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US Imports From Asia Hit Record Levels Last December

US imports from Asia recorded their highest December level ever, signaling the import surge that began in June still has plenty of momentum — and will continue to pressure overburdened US port and inland hubs.


Imports of 1.626 million TEU were up 29.9 percent from December 2019 and the third-highest monthly volume of 2020, behind October and August, according to PIERS. For all of 2020, imports from Asia totaled 16.6 million TEU, up 4.1 percent from 2019.

The import surge that began in late June is certain to continue at least for the next two months as retailers ship more merchandise before some factories in Asia close for the Lunar New Year. That is a cautionary note for ports, terminal operators, and inland rail hubs that the congestion they have been experiencing since last fall will continue in the coming months.


December is normally a slow month in the eastbound trans-Pacific, as most of the holiday merchandise has been shipped, and the product moved via rail to inland hubs. In 2020, though, record e-commerce sales as well as shipments of personal protective equipment (PPE) and medical supplies kept the import momentum strong in December.


As the flood of imports worked their way through the supply chain, congestion rose at intermodal hubs in the interior. Intermodal traffic of all kinds rose 2.38 percent in December from November, according to the Intermodal Association of North America (IANA). It was the first time since 2015 that December’s intermodal volume was stronger than in November. Intermodal volume in the fourth quarter was up 9.62 percent from Q4 2019, the strongest year-over-year quarterly growth rate since December 2013, according to IANA.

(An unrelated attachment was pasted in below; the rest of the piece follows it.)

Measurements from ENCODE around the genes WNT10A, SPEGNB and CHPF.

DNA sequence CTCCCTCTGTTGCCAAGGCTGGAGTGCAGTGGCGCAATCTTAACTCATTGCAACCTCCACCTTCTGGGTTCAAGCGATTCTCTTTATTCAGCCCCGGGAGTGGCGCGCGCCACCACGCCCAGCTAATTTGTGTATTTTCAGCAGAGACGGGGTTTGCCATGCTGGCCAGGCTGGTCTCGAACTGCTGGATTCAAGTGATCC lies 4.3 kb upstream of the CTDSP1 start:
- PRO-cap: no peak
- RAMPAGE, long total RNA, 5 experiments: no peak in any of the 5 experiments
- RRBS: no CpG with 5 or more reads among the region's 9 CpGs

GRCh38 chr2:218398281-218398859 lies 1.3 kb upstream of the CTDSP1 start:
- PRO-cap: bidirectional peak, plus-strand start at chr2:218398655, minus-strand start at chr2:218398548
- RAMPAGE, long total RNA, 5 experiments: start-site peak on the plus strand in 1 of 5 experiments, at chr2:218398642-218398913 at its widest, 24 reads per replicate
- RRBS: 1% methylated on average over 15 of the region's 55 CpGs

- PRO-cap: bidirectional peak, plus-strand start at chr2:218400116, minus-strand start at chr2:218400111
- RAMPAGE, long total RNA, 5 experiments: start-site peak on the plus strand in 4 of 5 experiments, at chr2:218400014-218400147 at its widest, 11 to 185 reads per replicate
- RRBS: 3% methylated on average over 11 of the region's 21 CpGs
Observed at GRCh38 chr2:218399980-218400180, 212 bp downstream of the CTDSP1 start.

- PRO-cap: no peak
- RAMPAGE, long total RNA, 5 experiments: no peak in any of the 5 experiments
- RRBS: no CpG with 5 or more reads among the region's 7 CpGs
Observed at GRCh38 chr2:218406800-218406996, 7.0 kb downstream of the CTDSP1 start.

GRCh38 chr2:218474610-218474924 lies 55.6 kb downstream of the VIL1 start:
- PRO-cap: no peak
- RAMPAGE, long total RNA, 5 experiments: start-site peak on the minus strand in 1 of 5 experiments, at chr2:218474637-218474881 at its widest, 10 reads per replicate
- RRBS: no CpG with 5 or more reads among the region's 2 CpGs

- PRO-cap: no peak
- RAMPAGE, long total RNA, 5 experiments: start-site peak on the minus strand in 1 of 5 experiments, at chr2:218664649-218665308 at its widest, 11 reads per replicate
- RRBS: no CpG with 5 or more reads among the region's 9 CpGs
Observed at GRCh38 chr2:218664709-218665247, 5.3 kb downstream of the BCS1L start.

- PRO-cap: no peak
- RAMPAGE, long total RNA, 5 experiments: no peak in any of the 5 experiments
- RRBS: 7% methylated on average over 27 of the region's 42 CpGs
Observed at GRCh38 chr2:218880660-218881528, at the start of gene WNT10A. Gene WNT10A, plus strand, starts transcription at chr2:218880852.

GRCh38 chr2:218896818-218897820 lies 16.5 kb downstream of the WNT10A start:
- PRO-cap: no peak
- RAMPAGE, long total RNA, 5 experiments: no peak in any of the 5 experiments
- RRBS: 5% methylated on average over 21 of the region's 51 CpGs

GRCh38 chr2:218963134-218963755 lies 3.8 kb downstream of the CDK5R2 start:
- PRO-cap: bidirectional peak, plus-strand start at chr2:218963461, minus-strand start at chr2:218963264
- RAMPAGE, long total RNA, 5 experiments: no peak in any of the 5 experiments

US imports from Asia in the first half of 2020 recorded year-over-year monthly declines due to the economic impact of the coronavirus disease 2019 (COVID-19) on production in Asia and retail sales in the US. However, the situation changed abruptly in late June, and imports remained at near-record levels in the second half of the year.


The ports of Los Angeles and Long Beach and New York-New Jersey suffered from congestion issues because a large portion of last year’s imports were squeezed into the final six months of the year. Also, container shortages emerged at Asian load ports, and shipments were rolled.


Vessels were so backed up at the ports of Los Angeles and Long Beach, which handles about 50 percent of US imports from Asia, in December that 28 to 30 vessels each day had to sit at anchor outside the ports waiting for berthing space to open, according to the Marine Exchange of Southern California. Waits of seven days or longer were common.


As a result of the delays in Asia as well as in Los Angeles-Long Beach, thousands of containers that should have moved into the US in December were pushed back to January, which means that January’s import volume could turn out to be similar to, if not larger than, December’s.

Source: Journal of Commerce